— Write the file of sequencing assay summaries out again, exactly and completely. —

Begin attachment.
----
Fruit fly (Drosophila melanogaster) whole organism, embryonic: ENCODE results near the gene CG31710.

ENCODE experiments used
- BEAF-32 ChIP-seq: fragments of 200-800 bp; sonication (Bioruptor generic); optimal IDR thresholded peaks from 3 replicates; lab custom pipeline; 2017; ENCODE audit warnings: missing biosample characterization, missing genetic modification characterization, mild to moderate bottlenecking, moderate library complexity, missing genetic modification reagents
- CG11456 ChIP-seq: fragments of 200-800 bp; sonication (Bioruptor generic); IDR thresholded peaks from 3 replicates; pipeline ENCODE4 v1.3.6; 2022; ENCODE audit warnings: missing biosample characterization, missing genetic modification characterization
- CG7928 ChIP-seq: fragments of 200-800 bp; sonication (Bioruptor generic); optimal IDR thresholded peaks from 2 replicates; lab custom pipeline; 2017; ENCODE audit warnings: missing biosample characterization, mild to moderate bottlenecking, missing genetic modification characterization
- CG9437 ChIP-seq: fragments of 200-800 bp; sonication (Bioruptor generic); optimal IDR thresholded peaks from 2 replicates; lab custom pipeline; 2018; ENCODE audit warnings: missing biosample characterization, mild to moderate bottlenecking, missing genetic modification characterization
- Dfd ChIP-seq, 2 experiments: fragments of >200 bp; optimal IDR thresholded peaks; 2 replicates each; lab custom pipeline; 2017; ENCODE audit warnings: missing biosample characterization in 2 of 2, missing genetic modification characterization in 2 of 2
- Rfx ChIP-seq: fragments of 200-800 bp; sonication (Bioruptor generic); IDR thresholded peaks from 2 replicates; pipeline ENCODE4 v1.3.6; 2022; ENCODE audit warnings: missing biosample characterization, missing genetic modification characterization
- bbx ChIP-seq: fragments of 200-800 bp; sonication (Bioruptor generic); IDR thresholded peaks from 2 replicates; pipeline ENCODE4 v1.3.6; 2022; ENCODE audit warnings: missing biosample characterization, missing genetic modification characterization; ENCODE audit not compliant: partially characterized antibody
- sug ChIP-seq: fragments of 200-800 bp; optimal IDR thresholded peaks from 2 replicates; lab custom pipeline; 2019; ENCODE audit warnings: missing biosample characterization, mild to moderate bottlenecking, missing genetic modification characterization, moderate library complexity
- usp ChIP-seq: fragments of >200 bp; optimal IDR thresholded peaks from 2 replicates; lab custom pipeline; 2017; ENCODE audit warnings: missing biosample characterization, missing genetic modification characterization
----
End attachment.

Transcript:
Fruit fly (Drosophila melanogaster) whole organism, embryonic: ENCODE results near the gene CG31710.

ENCODE experiments used
- BEAF-32 ChIP-seq: fragments of 200-800 bp; sonication (Bioruptor generic); optimal IDR thresholded peaks from 3 replicates; lab custom pipeline; 2017; ENCODE audit warnings: missing biosample characterization, missing genetic modification characterization, mild to moderate bottlenecking, moderate library complexity, missing genetic modification reagents
- CG11456 ChIP-seq: fragments of 200-800 bp; sonication (Bioruptor generic); IDR thresholded peaks from 3 replicates; pipeline ENCODE4 v1.3.6; 2022; ENCODE audit warnings: missing biosample characterization, missing genetic modification characterization
- CG7928 ChIP-seq: fragments of 200-800 bp; sonication (Bioruptor generic); optimal IDR thresholded peaks from 2 replicates; lab custom pipeline; 2017; ENCODE audit warnings: missing biosample characterization, mild to moderate bottlenecking, missing genetic modification characterization
- CG9437 ChIP-seq: fragments of 200-800 bp; sonication (Bioruptor generic); optimal IDR thresholded peaks from 2 replicates; lab custom pipeline; 2018; ENCODE audit warnings: missing biosample characterization, mild to moderate bottlenecking, missing genetic modification characterization
- Dfd ChIP-seq, 2 experiments: fragments of >200 bp; optimal IDR thresholded peaks; 2 replicates each; lab custom pipeline; 2017; ENCODE audit warnings: missing biosample characterization in 2 of 2, missing genetic modification characterization in 2 of 2
- Rfx ChIP-seq: fragments of 200-800 bp; sonication (Bioruptor generic); IDR thresholded peaks from 2 replicates; pipeline ENCODE4 v1.3.6; 2022; ENCODE audit warnings: missing biosample characterization, missing genetic modification characterization
- bbx ChIP-seq: fragments of 200-800 bp; sonication (Bioruptor generic); IDR thresholded peaks from 2 replicates; pipeline ENCODE4 v1.3.6; 2022; ENCODE audit warnings: missing biosample characterization, missing genetic modification characterization; ENCODE audit not compliant: partially characterized antibody
- sug ChIP-seq: fragments of 200-800 bp; optimal IDR thresholded peaks from 2 replicates; lab custom pipeline; 2019; ENCODE audit warnings: missing biosample characterization, mild to moderate bottlenecking, missing genetic modification characterization, moderate library complexity
- usp ChIP-seq: fragments of >200 bp; optimal IDR thresholded peaks from 2 replicates; lab custom pipeline; 2017; ENCODE audit warnings: missing biosample characterization, missing genetic modification characterization